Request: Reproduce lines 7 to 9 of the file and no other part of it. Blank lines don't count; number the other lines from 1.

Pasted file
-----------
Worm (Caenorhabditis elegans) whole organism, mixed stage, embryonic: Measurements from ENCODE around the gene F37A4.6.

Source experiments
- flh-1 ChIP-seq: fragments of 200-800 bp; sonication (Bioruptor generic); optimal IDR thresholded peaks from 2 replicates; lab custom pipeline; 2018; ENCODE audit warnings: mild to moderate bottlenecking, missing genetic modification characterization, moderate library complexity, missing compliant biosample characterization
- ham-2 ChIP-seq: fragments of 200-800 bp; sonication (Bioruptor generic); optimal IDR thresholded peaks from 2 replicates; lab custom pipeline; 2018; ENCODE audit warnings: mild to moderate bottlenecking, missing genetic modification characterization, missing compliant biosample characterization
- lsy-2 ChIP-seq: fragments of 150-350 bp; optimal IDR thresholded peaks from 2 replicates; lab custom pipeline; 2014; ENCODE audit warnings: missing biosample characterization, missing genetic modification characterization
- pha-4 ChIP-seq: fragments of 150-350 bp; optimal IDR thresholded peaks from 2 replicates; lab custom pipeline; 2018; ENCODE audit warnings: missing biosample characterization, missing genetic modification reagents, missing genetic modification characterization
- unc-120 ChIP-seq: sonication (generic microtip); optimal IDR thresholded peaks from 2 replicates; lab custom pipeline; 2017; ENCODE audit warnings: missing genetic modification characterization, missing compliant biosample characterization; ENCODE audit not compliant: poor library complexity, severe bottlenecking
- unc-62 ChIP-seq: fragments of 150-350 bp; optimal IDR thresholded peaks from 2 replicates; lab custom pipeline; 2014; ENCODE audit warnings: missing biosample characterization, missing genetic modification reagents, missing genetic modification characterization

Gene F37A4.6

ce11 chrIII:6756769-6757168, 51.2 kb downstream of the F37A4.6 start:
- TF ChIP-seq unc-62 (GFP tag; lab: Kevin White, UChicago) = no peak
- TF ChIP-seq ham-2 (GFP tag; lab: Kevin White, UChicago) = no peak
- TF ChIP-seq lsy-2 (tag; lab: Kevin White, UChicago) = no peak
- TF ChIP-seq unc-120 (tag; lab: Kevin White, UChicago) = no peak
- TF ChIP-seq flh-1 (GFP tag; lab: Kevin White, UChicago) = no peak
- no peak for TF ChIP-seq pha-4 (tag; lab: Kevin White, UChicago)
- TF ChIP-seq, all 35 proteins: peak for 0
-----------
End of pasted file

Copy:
- unc-120 ChIP-seq: sonication (generic microtip); optimal IDR thresholded peaks from 2 replicates; lab custom pipeline; 2017; ENCODE audit warnings: missing genetic modification characterization, missing compliant biosample characterization; ENCODE audit not compliant: poor library complexity, severe bottlenecking
- unc-62 ChIP-seq: fragments of 150-350 bp; optimal IDR thresholded peaks from 2 replicates; lab custom pipeline; 2014; ENCODE audit warnings: missing biosample characterization, missing genetic modification reagents, missing genetic modification characterization

Gene F37A4.6